Diabetes statistics, prevention tips
About 23.6 million people in the United States have diabetes, according to the American Diabetes Association (ADA), and more than 90 percent of those have type 2, says the National Heart, Lung, and Blood Institute. Among people age 65 or older, the figure climbs to more than 20 percent. Diabetes was the seventh leading cause of U.S. deaths in 2006, reports the Centers for Disease Control, and a recent analysis of health records of 379,000 Canadians with type 2 diabetes finds people who are also at moderate or high risk of cardiovascular disease have life expectancies 18 years less than non-diabetics.
Keeping your glucose level close to normal helps prevent or delay the onset of complications. So does managing your cholesterol. Your goal should be keeping your "bad" cholesterol (LDL cholesterol) level less than 100 mg per dL (decileter) of blood. Studies of type 2 diabetes show an overwhelming majority of cases can be prevented by adopting a healthier lifestyle. The most well-known proof comes from the Diabetes Prevention Program (DPP), a random control research study of 3,234 overweight and pre-diabetic people. Researchers wanted to know which of two treatments was better at preventing the onset of diabetes: modest weight loss and increased exercise or an oral diabetes drug. Participants age 60 and over on average lowered their risk of developing diabetes by 71 per cent by eating less and exercising a total of 150 minutes a week. The oral drug group, in comparison, registered a reduced risk of only 31 percent.
Other diabetes factors
Diabetes is not always caused entirely by lifestyle, says endocrinologist Renee Schickler, M.D., an endocrinologist who sees diabetes patients at Advocate Illinois Masonic Medical Center and Weiss Memorial Hospital in Chicago. "We suspect diabetes is caused by a combination of obesity and sedentary lifestyle in people who are genetically susceptible." Aerobic exercise is particularly effective in glucose control, she says, because it has an "insulin-like effect," enhancing the uptake of glucose. "The problem is that diabetic patients usually start out with poor exercise potential. So it would be dangerous to take obese, sedentary people and make them suddenly start doing aerobic exercises." Therefore, a diabetic patient needs to be thoroughly evaluated medically to rule out coronary artery disease and other health problems that preclude activity.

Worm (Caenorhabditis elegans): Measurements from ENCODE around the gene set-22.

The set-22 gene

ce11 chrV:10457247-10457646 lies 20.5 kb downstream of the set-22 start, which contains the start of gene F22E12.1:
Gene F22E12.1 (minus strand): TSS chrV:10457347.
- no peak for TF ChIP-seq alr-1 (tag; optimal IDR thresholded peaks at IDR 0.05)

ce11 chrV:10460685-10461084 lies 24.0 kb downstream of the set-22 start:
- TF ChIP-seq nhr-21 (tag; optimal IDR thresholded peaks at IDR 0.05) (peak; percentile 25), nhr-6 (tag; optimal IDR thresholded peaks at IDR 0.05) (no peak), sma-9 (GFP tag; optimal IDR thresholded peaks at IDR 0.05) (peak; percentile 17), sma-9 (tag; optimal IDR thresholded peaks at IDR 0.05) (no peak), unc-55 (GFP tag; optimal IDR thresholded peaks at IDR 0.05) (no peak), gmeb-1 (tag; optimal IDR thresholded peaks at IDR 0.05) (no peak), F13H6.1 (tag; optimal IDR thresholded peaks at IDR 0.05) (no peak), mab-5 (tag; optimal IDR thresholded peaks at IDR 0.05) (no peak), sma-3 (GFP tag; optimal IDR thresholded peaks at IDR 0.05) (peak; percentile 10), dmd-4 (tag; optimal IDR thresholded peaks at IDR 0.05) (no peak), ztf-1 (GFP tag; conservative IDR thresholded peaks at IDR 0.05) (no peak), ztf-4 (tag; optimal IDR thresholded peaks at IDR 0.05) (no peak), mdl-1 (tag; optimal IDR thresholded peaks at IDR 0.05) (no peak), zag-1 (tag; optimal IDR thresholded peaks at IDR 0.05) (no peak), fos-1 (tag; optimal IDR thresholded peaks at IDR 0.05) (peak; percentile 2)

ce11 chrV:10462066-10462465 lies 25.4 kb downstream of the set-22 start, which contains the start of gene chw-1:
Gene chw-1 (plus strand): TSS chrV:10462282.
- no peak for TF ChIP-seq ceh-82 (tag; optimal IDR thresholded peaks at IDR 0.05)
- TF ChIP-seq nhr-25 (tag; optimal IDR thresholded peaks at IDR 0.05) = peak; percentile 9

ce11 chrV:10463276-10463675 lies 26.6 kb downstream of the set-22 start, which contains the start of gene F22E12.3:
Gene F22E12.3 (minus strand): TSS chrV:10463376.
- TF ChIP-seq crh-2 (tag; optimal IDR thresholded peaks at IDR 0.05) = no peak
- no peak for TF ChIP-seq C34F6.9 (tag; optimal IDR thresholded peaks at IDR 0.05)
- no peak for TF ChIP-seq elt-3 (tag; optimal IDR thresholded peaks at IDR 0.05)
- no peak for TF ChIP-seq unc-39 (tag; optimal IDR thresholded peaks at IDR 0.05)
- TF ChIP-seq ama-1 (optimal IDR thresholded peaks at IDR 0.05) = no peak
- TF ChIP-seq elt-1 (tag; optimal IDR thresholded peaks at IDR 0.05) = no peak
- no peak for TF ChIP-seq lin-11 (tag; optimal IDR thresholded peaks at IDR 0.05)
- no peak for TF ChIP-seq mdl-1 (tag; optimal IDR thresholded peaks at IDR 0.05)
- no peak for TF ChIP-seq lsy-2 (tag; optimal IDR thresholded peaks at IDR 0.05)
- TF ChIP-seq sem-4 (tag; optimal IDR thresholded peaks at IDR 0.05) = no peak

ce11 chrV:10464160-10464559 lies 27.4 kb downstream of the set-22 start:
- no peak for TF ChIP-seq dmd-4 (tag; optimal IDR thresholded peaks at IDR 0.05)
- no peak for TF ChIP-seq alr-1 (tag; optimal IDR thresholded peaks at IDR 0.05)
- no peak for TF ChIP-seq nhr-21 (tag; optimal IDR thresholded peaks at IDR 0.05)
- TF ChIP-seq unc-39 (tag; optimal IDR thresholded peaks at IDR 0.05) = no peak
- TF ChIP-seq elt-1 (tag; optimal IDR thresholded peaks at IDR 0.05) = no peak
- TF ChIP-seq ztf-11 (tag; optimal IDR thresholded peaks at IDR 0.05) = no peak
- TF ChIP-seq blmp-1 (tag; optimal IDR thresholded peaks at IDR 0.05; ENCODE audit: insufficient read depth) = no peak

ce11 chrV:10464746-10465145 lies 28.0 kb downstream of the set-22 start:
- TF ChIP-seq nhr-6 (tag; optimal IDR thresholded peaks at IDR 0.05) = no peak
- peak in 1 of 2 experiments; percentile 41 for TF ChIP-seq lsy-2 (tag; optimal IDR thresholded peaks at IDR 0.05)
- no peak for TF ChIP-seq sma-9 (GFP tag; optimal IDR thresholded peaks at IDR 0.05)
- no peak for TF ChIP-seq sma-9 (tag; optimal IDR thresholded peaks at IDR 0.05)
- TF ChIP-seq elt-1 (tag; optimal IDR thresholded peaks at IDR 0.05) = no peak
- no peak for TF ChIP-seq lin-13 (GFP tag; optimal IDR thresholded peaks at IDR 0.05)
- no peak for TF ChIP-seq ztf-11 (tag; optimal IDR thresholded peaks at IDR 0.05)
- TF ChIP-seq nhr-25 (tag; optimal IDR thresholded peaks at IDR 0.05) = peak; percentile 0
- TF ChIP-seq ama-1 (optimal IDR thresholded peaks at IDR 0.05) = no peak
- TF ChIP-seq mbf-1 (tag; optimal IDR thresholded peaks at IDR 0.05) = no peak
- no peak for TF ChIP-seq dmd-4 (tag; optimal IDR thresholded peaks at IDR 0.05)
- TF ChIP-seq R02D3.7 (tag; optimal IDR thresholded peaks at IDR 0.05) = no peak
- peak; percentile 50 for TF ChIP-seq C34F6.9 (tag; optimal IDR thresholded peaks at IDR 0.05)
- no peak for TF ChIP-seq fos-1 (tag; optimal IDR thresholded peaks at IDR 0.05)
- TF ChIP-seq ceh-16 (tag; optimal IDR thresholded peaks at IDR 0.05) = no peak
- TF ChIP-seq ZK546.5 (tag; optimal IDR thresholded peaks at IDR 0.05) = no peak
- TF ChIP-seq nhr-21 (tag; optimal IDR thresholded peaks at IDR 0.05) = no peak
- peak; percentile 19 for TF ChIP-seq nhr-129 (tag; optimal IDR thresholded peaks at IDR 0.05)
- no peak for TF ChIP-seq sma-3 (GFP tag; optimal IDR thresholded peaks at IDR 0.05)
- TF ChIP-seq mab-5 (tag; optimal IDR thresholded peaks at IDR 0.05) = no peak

"We want to get high blood sugar, blood pressure and elevated levels of 'bad' cholesterol under control before we start patients on an exercise program," Schickler says. "The next step is to get the patient to move more, particularly to walk more. I recommend patients who have the disease under control aim for aerobic and weight training for 30 minutes three times a week. I stress positive changes can occur with aerobic exercise. Sometimes, though, blood sugar may drop after exercise and you may even develop low blood sugar called hypoglycemia. The doctor then needs to tell you how to adjust your blood glucose before and after exercising."
With more than 7 million members, Blue Cross (www.bcbsil.com) is the largest health insurance company in Illinois. Started in 1936, Blue Cross and Blue Shield of Illinois is committed to promoting the health and wellness of its members and its communities through accessible, cost-effective, quality health care. Blue Cross and Blue Shield of Illinois is a division of Health Care Service Corporation (HCSC), a Mutual Legal Reserve Company. HCSC is an independent licensee of the Blue Cross and Blue Shield Association.
|SOURCE Blue Cross Blue Shield of |